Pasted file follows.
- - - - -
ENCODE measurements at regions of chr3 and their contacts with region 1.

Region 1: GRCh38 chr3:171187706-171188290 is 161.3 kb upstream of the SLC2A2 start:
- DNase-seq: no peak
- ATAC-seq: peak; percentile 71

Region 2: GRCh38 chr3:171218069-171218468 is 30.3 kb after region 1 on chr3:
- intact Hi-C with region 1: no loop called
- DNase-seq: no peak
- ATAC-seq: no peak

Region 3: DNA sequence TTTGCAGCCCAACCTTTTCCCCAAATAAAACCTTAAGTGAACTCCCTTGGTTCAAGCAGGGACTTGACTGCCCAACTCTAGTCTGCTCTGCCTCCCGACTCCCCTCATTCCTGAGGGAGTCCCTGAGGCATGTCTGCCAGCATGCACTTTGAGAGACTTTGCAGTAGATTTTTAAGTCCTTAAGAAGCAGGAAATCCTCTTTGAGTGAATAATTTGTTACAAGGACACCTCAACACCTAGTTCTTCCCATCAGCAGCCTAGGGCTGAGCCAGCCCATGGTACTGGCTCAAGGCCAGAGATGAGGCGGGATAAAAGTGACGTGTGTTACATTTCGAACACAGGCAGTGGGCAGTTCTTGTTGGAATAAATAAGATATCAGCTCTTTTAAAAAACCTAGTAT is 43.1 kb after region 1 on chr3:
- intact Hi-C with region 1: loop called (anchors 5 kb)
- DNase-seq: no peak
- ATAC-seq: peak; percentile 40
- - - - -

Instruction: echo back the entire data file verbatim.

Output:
ENCODE measurements at regions of chr3 and their contacts with region 1.

Region 1: GRCh38 chr3:171187706-171188290 is 161.3 kb upstream of the SLC2A2 start:
- DNase-seq: no peak
- ATAC-seq: peak; percentile 71

Region 2: GRCh38 chr3:171218069-171218468 is 30.3 kb after region 1 on chr3:
- intact Hi-C with region 1: no loop called
- DNase-seq: no peak
- ATAC-seq: no peak

Region 3: DNA sequence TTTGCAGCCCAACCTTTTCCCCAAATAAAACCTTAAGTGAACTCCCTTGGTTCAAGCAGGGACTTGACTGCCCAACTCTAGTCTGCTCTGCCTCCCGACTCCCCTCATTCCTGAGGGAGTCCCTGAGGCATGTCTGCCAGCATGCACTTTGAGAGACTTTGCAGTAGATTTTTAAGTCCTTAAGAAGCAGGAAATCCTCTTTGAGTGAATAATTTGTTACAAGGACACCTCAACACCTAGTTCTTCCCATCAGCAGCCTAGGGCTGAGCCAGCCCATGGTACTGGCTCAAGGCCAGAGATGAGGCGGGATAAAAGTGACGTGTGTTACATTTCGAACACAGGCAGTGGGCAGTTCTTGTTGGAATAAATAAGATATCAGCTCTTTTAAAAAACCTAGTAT is 43.1 kb after region 1 on chr3:
- intact Hi-C with region 1: loop called (anchors 5 kb)
- DNase-seq: no peak
- ATAC-seq: peak; percentile 40